Topkapı gardens to again carry fragrance of Ottomans
ISTANBUL - Anatolia News Agency
A total of 500,000 plants and flowers have so far been planted in the gardens of Topkapı Palace, which were used by Ottoman sultans and their families. AA photoTopkapı Palace is ushering in spring – Ottoman style – by rearranging the iconic palace’s gardens to more closely resemble the way they were in imperial times.
The gardens which were once used by Ottoman sultans and their families during the spring and summer months are now being re-landscaped with flowers and trees that had been present during Ottoman times.
“Istanbul Municipality has supported the project, and the decoration of the garden is still continuing in five different places,” Haluk Dursun, the head manager of the palace, recently told Anatolia news agency.
Noting that a total of 500,000 plants and flowers had so far been planted, Dursun said the planting started first with the Enderun Garden before other areas were converted into tulip gardens.
The changes have already attracted the attention of tourists, who typically photograph the gardens of the Sofa Mansion.
The Ottoman gardens also included botanical trees, and each palace had its own garden characteristics.
The palace’s fifth garden features lilac trees, while the garden looking over Seraglio Point is full of Judas trees.
During the second half of the project to replant the gardens, workers will replace some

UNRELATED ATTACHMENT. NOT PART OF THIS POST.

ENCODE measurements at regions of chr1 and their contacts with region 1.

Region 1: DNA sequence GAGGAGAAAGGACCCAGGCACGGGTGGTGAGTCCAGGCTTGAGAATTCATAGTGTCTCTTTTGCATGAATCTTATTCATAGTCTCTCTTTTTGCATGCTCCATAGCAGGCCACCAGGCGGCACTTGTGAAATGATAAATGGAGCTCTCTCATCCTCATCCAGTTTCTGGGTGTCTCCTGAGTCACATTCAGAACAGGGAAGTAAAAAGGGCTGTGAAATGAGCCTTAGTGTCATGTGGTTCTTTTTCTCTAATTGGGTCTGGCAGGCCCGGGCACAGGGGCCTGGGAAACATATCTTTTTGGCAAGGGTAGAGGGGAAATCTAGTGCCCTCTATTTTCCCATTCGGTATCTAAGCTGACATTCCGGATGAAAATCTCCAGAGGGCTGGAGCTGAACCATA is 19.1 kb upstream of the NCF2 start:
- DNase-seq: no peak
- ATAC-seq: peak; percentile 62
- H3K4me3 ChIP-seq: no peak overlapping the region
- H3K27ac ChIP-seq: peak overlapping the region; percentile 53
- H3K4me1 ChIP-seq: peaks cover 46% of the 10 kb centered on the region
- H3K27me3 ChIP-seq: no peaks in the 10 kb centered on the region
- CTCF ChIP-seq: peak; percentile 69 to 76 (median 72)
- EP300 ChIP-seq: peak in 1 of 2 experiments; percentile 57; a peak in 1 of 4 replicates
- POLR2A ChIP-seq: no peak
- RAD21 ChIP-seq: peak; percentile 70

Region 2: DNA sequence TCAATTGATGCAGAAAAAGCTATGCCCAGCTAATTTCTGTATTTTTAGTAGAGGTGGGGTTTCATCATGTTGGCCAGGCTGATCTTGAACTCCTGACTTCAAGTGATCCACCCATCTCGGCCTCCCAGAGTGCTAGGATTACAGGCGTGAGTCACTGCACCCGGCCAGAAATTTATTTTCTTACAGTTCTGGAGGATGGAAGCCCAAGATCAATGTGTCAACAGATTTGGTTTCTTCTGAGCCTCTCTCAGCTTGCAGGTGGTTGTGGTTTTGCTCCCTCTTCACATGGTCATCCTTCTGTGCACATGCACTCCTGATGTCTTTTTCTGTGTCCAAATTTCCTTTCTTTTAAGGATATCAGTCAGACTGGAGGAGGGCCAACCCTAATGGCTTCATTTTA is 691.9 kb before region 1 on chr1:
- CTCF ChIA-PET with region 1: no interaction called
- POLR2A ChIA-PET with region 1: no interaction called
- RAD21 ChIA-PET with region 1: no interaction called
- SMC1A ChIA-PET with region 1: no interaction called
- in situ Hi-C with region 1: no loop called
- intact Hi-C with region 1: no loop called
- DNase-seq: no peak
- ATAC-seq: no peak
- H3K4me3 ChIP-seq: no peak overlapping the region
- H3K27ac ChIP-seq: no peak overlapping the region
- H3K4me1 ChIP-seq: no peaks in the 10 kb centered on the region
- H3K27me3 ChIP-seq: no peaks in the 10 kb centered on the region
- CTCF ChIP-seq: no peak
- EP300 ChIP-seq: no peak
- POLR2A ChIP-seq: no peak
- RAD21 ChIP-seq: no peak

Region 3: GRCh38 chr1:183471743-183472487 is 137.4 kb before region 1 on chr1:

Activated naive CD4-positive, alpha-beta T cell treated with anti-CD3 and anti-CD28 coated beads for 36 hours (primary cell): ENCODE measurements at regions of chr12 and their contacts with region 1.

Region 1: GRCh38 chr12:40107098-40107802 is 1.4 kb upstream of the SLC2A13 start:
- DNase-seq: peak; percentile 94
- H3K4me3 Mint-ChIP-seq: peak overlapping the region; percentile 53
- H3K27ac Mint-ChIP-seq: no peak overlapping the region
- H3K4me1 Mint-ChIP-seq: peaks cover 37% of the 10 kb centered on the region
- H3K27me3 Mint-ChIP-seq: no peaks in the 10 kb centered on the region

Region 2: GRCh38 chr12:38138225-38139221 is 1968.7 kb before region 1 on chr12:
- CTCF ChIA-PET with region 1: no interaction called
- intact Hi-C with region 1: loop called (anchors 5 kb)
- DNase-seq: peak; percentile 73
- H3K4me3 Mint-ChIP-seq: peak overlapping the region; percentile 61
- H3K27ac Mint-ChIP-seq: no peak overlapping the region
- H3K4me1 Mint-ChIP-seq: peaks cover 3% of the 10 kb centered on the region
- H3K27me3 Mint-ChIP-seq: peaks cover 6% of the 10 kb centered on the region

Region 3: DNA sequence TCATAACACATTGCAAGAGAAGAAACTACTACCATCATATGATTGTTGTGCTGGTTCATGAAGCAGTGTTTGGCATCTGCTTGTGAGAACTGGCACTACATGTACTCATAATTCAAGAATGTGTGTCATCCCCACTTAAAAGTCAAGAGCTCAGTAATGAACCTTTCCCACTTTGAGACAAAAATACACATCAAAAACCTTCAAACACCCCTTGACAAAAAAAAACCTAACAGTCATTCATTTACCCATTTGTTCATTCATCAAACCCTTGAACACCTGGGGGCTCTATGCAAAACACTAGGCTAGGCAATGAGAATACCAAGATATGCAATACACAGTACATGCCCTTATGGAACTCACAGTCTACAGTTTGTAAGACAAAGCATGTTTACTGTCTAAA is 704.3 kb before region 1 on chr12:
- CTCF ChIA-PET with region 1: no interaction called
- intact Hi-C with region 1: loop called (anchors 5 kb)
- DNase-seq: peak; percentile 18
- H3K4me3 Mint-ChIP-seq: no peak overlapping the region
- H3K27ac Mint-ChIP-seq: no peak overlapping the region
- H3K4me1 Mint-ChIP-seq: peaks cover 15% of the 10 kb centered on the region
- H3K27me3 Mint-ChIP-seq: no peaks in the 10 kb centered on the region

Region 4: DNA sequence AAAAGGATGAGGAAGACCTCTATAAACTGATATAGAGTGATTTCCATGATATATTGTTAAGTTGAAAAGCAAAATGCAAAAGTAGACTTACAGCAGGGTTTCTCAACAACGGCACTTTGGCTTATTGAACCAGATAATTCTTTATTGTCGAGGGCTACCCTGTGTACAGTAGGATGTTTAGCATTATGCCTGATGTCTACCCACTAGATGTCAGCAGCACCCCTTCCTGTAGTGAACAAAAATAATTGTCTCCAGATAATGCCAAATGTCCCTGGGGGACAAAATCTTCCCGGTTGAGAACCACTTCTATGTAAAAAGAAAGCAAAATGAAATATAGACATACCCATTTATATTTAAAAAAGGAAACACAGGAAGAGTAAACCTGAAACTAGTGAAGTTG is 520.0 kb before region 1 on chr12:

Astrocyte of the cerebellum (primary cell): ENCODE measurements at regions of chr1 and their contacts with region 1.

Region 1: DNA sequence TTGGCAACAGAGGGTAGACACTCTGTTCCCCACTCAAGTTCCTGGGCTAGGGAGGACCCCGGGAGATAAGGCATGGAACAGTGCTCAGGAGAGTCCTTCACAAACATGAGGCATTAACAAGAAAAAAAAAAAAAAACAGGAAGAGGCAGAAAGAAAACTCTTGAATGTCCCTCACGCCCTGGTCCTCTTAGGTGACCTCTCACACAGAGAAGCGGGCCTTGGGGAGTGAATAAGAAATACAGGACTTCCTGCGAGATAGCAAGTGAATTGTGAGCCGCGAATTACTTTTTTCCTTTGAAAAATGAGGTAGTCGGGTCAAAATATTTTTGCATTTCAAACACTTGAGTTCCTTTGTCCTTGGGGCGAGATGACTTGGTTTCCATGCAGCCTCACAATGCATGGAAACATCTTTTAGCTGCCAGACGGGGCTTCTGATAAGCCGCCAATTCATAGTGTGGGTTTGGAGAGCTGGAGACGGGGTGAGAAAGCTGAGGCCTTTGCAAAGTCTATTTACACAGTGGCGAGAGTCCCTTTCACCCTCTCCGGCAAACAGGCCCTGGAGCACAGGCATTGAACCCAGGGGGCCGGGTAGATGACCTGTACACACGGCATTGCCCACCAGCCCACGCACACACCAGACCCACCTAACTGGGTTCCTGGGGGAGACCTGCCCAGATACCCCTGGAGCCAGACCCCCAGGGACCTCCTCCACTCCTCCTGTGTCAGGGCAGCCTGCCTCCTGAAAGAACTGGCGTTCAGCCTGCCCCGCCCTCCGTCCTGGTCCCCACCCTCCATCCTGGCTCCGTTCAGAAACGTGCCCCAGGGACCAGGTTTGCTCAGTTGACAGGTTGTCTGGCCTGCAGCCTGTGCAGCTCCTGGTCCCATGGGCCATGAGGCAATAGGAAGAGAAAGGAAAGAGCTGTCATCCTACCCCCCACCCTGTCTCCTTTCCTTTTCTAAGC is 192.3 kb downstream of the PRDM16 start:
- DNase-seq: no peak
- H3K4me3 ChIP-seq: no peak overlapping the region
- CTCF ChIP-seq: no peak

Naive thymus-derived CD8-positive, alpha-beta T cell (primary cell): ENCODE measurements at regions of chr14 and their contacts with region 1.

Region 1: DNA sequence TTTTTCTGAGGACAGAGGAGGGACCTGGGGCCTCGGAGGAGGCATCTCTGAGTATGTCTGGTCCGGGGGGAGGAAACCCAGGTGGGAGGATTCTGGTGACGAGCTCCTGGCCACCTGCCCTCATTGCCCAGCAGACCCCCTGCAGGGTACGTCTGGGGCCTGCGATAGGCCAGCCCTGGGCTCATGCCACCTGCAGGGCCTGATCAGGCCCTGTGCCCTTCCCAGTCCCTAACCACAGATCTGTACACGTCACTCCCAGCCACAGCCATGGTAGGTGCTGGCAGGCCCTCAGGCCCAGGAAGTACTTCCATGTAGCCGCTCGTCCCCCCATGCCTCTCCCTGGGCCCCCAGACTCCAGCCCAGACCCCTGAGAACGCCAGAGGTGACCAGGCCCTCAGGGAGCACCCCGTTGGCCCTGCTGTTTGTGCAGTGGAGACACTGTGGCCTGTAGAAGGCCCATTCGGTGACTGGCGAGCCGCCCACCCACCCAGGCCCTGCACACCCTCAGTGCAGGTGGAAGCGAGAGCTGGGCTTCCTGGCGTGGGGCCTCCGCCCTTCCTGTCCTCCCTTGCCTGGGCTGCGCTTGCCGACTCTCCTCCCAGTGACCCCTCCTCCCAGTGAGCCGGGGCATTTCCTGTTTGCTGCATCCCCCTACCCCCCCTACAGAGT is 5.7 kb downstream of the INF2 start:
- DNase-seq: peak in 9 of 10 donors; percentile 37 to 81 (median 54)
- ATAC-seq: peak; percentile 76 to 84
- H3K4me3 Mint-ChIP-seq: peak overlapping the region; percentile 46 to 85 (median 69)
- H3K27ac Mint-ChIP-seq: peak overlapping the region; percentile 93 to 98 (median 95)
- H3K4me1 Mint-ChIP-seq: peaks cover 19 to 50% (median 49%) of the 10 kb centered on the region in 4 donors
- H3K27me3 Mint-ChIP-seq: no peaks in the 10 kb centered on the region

trees with ones that are more suitable for an Ottoman garden, according to officials. The old trees, meanwhile, will be replanted in other areas of the city.
Hasbahçe near the palace currently features cactus, pine and other types of Daphne trees.
Instead of bringing in roses from Europe, the gardens will boast roses from Anatolia, Dursun said, adding that the flowers would come from the southern province of Isparta. “We’ve planted 10,000 flowers from Isparta in Gülhane Park. The aim is to revive Gülhane, which was a very important park in terms of rose water production.”
The courtyard of the Sultan’s Consorts and the Concubines is another important part of the palace. The courtyard is surrounded by baths, a laundry fountain, a laundry, dormitories, the apartments of the sultan’s chief consort and the apartments of the stewardesses. The three independent tiled apartments with fireplaces overlooking the Golden Horn were the quarters where the consorts of the Sultan lived.
These constructions covered the site of the courtyard in the late 16th century. At the entrance to the quarters of the Queen Mother, wall frescoes from the late 18th century depict landscapes, reflecting a Western influence. The staircase, called the “Forty Steps,” leads to the Hospital of the Harem (Harem Hastanesi), the dormitories of the concubines at the basement of the Harem and the Harem Gardens.